T.I.’s main goal in creating this album is creating the next level of what Paper Trail was, and for the most part he accomplishes this. The great news about this album is that it will make you quickly forget about the disappointment that No Mercy was and will answer the questions on if T.I. can still bring it on records. Obviously on record with DJ Toomp, he shines but his growing chemistry with Toronto producer T-Minus shouldn’t be ignored.

Although every single one of his triumphs and failures have been put on the television for the world to see, he defends why he continues to rap about the “trap.” “Why can’t I talk about it,” asks T.I. rhetorically. “I paid the price and learned the lessons from it, so nobody has more right to talk about it than me. It doesn’t mean because I experience it that I now no longer have the right to speak on it.”

When I asked how he continues to put out this image although we see him as a family man and husband on The Family Hustle, T.I. retorts “To expect me to be one way every time you see me is to expect me to be a one-dimensional man. Which I’ve never been. I’ve always applauded my efforts to remain diverse and multi-faceted, does that make me less than? Contrary.”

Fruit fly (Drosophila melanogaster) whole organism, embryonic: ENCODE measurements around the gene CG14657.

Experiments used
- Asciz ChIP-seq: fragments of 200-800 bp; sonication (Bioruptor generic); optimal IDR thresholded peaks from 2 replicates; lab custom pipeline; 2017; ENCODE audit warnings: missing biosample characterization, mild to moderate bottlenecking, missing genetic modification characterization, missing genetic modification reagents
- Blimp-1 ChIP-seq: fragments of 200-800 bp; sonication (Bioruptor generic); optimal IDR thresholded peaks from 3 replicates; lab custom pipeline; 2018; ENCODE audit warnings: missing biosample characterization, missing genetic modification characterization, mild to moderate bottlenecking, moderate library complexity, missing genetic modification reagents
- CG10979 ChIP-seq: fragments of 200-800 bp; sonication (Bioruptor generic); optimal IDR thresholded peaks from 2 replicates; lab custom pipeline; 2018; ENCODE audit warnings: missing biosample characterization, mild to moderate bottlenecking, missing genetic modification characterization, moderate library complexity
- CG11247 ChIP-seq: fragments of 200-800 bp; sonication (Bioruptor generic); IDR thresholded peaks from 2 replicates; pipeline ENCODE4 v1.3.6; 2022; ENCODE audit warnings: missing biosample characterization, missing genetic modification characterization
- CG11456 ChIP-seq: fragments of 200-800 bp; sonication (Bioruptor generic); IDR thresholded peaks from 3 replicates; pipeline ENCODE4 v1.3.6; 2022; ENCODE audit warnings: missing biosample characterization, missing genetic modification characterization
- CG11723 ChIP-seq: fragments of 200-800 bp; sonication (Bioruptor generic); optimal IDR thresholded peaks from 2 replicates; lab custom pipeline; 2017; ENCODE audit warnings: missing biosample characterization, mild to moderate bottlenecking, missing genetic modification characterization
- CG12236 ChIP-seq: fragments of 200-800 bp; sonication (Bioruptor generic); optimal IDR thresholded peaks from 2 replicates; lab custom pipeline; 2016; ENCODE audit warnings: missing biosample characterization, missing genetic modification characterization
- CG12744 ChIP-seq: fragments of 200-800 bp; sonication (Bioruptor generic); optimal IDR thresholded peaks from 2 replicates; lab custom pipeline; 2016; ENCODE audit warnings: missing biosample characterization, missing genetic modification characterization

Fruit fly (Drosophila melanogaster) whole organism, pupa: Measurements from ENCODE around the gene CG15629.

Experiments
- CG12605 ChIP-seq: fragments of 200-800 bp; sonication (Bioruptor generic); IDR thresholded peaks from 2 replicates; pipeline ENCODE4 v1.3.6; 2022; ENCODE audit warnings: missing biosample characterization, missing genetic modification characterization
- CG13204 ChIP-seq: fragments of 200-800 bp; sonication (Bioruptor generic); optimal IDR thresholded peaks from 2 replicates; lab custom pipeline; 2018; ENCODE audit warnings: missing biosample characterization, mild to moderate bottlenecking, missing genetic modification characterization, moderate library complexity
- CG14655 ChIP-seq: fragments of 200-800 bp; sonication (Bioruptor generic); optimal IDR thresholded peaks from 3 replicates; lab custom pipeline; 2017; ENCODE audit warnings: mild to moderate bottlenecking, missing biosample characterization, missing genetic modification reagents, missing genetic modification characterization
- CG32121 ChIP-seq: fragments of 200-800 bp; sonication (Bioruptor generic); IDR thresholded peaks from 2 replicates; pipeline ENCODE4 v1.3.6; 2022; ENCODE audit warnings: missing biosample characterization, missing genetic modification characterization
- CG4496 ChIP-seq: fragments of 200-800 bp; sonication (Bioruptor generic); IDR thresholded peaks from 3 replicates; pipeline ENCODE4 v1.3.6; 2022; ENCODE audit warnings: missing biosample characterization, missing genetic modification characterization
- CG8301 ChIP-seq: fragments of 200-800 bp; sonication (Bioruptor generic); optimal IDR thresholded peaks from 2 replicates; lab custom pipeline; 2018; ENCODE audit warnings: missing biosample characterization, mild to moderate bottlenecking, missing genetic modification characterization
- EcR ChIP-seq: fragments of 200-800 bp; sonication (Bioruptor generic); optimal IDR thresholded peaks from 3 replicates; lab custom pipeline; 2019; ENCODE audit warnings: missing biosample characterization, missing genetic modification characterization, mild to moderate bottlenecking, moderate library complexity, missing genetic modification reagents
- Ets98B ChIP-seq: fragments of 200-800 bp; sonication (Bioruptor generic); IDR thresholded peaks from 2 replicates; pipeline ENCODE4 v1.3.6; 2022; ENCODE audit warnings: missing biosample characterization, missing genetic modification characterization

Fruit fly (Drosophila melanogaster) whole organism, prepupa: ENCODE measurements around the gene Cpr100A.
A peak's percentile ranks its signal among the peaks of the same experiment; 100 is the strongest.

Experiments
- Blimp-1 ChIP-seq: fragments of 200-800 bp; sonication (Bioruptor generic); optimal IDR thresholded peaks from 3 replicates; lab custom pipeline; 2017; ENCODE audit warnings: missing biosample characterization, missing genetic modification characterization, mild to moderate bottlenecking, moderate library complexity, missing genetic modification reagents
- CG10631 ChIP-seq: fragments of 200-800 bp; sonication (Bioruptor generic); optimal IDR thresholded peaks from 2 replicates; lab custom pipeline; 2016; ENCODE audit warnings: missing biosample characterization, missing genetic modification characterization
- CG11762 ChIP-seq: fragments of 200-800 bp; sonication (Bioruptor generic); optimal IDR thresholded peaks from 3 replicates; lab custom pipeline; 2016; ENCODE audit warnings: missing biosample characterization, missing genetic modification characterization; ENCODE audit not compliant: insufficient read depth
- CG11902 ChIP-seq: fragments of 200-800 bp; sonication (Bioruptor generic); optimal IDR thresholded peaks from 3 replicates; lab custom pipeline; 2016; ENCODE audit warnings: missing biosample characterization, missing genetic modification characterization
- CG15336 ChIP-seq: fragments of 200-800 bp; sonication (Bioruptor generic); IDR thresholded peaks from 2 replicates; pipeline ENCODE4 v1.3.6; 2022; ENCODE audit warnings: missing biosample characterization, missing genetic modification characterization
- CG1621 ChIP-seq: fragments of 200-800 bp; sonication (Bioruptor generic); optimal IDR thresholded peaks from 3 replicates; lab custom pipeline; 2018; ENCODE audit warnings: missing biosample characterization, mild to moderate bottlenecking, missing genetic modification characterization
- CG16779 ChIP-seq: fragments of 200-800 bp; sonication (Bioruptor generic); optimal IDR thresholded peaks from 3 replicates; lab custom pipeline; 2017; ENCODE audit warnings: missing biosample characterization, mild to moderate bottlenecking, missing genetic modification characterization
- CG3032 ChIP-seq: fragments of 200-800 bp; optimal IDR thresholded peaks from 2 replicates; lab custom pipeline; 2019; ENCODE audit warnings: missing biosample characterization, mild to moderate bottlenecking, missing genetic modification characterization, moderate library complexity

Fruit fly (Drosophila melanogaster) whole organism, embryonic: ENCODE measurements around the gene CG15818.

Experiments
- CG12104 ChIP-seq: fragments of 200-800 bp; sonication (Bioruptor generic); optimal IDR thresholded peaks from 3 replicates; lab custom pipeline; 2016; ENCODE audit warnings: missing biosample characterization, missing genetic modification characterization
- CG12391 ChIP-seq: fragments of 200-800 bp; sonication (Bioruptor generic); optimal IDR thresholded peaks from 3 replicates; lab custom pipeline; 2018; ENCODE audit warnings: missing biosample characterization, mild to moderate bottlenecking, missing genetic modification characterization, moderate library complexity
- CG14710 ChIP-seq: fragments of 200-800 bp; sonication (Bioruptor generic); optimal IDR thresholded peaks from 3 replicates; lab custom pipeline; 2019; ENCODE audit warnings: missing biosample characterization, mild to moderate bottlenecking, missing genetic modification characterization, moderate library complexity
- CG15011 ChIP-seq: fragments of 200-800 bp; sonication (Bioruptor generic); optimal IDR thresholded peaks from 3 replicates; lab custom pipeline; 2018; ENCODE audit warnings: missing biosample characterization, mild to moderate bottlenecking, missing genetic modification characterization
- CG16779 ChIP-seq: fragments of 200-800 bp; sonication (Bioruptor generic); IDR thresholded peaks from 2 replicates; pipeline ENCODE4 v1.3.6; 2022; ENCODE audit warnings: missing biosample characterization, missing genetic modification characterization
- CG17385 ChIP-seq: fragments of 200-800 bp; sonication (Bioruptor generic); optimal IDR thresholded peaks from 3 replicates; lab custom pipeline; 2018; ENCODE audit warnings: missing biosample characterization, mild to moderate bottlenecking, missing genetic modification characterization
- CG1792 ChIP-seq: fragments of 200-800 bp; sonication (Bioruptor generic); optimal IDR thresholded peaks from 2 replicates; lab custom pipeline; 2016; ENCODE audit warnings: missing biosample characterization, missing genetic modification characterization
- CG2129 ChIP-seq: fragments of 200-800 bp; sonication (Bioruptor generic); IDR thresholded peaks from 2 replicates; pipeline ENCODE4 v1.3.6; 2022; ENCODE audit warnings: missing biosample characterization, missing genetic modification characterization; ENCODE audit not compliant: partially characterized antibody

Indeed. In a world where everything an artist does is scrutinized, the Kang embraces his troubled past and puts it out on front street. He doesn’t make you feel sorry for him at all, since he continues to talk about the things that got him in trouble, but you understand him.

For an artist, that’s all you can ask for.

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